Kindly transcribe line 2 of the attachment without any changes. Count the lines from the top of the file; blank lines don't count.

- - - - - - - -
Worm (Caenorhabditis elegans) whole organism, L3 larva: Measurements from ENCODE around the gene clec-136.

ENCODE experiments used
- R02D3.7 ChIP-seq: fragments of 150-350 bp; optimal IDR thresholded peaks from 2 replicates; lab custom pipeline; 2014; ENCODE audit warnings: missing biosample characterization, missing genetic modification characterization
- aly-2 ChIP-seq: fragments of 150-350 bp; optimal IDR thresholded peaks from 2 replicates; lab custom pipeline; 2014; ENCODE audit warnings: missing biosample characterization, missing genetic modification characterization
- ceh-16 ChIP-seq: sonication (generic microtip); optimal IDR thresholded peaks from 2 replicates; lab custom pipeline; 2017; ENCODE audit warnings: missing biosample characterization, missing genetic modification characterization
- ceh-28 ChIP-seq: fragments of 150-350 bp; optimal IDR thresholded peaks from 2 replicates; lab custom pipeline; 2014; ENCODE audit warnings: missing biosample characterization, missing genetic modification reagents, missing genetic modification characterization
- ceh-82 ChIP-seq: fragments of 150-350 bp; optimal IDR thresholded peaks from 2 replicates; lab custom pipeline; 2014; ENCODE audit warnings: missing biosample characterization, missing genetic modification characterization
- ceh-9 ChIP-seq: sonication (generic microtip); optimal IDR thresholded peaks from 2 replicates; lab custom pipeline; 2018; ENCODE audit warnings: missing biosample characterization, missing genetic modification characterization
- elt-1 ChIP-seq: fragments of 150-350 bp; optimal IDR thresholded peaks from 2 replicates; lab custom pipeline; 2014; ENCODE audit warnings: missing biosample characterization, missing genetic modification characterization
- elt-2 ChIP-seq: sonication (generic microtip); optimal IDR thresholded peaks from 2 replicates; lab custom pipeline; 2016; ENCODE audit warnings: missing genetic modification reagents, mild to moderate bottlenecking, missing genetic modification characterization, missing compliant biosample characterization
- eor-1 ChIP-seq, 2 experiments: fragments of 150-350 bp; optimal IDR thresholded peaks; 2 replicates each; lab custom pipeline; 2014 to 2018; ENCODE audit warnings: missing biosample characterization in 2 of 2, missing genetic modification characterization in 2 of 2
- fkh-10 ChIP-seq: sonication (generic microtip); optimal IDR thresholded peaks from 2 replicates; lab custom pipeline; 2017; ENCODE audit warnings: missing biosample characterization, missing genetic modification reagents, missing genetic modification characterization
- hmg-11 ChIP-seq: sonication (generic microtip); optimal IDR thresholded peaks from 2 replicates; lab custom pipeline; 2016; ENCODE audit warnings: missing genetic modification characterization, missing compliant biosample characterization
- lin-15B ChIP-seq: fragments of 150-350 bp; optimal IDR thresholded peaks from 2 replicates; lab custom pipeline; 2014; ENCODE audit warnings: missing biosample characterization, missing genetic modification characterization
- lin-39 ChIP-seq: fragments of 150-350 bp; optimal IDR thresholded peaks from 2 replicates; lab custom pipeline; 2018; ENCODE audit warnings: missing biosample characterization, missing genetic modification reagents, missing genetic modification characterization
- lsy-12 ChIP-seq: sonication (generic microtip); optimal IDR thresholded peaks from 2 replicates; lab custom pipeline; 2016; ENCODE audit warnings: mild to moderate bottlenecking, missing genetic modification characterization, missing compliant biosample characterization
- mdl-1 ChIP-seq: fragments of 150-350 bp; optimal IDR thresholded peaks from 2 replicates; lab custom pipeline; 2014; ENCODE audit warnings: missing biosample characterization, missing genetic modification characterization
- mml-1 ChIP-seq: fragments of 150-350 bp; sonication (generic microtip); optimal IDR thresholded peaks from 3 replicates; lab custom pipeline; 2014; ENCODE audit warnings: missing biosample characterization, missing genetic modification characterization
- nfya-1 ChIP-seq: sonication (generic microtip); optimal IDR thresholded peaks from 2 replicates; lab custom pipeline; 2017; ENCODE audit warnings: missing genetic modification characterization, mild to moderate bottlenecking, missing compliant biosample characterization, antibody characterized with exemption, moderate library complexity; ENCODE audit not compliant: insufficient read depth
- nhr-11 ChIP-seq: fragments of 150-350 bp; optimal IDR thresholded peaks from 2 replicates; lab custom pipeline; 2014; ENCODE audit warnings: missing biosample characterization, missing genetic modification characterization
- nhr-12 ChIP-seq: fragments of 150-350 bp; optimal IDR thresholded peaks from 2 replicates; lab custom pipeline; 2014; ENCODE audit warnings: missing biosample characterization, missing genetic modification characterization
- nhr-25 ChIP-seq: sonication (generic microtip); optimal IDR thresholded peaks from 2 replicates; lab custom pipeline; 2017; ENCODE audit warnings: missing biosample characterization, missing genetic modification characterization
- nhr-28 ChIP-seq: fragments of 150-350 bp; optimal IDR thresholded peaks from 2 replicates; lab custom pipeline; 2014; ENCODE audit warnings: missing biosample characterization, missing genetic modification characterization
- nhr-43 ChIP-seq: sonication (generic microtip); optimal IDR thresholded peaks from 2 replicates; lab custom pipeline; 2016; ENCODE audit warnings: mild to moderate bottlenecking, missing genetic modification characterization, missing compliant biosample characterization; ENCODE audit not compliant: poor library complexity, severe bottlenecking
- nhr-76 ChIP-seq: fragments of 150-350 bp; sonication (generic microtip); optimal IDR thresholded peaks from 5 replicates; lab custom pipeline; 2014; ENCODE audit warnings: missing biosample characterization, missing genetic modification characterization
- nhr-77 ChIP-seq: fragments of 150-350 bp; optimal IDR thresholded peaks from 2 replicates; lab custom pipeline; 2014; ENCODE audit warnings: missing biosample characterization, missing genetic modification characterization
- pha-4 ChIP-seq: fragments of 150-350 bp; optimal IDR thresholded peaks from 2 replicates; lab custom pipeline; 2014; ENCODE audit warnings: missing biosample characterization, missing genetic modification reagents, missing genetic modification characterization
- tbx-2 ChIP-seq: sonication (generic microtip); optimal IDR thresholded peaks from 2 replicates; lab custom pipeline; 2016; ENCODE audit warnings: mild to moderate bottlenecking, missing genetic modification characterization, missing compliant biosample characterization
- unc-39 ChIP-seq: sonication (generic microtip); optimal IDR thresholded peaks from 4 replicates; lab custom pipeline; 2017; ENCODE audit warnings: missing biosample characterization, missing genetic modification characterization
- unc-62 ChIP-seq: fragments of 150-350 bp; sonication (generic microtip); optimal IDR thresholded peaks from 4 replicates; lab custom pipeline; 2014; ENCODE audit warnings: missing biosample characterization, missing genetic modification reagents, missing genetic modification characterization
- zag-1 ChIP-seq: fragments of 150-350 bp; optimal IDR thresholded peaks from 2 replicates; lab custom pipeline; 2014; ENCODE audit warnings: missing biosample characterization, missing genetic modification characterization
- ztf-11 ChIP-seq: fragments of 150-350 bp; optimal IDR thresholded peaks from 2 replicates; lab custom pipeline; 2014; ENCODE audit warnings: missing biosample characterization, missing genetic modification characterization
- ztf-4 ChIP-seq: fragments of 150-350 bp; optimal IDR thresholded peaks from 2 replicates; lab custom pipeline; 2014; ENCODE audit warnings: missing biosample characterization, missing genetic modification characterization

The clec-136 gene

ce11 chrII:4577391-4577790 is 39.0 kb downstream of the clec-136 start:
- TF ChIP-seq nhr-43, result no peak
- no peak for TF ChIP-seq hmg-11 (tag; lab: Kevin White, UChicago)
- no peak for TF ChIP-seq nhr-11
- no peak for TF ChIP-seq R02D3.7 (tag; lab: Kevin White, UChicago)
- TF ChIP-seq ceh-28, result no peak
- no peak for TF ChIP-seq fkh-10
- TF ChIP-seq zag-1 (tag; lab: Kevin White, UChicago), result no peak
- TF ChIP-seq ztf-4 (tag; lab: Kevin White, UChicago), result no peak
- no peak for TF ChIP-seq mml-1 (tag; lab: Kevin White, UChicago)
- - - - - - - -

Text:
ENCODE experiments used